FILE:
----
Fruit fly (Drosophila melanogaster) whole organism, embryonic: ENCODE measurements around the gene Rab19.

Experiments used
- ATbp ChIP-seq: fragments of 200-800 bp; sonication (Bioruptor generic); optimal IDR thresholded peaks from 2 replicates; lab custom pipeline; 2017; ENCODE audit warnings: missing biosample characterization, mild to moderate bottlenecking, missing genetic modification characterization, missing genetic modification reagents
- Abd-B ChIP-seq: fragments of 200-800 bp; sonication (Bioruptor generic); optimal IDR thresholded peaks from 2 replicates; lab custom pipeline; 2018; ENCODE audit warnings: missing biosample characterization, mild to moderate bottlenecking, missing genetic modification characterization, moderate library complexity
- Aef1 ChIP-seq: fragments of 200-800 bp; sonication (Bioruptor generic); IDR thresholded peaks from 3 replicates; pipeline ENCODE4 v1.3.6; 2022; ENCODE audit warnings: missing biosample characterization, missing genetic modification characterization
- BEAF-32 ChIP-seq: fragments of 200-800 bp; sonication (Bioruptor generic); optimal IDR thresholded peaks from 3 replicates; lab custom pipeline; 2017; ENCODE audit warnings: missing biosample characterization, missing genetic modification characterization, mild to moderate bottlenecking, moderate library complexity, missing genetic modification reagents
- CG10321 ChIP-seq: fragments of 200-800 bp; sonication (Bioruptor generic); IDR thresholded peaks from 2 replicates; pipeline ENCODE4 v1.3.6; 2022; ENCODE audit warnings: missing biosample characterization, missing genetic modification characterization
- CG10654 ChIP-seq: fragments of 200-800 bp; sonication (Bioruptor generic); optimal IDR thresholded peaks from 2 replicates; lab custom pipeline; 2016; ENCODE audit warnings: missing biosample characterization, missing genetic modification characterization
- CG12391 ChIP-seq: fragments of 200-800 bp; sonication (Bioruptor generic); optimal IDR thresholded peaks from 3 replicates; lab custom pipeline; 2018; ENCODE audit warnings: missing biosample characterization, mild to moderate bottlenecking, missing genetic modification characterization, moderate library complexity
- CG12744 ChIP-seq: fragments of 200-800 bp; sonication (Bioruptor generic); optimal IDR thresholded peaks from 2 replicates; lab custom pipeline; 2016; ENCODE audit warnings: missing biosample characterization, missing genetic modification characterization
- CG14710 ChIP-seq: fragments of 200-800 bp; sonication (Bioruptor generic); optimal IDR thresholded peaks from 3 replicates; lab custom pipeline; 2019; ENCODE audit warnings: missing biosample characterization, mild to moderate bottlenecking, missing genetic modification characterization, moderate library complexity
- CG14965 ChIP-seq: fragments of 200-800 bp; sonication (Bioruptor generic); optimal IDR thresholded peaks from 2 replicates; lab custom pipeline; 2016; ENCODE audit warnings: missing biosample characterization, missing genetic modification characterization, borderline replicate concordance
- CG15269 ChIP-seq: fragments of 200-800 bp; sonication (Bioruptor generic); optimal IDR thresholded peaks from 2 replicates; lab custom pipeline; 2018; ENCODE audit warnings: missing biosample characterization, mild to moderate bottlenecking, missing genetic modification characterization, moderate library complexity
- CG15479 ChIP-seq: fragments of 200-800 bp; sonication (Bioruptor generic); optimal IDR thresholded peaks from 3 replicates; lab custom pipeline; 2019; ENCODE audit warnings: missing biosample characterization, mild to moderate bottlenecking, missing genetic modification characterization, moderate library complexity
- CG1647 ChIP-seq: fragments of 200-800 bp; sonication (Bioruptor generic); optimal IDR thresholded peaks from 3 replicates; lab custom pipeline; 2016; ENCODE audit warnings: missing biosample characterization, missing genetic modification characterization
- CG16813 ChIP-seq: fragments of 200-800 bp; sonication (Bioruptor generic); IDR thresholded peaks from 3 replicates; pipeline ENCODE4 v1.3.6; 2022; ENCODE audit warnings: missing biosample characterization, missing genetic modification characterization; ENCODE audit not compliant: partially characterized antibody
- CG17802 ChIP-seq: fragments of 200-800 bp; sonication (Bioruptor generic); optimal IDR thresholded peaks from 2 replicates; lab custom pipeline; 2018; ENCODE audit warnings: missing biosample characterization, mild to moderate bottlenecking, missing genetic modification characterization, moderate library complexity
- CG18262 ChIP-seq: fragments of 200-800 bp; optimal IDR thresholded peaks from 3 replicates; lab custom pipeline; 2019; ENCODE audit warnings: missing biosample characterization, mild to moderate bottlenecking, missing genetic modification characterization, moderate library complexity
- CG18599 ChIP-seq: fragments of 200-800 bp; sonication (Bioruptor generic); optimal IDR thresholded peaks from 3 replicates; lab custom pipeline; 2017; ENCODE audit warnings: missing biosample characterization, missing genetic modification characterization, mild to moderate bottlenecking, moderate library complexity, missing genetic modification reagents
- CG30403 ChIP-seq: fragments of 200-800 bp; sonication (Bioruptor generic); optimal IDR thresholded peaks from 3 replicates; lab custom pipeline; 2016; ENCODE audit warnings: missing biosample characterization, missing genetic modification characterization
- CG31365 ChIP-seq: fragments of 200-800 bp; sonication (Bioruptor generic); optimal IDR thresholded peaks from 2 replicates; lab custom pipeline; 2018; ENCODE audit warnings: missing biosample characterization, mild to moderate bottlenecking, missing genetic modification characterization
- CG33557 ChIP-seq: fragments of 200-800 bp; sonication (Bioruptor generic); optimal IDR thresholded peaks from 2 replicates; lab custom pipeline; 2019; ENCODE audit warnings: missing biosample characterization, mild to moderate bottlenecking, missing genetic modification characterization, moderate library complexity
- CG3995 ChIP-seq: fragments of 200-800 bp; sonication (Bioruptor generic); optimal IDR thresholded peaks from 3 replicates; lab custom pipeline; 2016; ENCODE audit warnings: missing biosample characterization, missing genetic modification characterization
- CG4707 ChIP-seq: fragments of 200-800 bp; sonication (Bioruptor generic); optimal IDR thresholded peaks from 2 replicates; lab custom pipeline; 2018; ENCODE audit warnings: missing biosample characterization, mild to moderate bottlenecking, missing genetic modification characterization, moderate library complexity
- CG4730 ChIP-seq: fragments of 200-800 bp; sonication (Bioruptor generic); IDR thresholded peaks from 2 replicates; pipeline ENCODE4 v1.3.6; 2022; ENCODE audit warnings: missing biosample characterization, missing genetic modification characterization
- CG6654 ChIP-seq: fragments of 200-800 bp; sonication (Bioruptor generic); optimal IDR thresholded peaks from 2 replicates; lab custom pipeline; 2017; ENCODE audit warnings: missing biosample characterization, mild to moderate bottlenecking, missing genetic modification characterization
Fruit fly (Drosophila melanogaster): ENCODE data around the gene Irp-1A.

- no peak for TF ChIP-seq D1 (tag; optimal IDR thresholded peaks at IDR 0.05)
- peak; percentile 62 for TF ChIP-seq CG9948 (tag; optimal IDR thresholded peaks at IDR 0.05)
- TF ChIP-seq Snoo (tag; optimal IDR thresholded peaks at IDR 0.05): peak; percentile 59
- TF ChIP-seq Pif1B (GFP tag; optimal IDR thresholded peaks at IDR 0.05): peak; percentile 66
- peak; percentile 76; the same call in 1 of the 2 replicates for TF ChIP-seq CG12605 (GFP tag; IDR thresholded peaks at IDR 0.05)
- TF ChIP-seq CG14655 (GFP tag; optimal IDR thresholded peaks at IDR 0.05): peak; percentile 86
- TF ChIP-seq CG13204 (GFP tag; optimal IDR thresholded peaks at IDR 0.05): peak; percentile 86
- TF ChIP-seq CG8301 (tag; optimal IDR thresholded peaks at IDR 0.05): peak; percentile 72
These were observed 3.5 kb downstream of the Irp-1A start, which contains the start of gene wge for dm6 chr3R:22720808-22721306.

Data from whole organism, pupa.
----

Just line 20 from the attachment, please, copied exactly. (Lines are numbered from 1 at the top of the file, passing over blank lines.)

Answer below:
- CG30403 ChIP-seq: fragments of 200-800 bp; sonication (Bioruptor generic); optimal IDR thresholded peaks from 3 replicates; lab custom pipeline; 2016; ENCODE audit warnings: missing biosample characterization, missing genetic modification characterization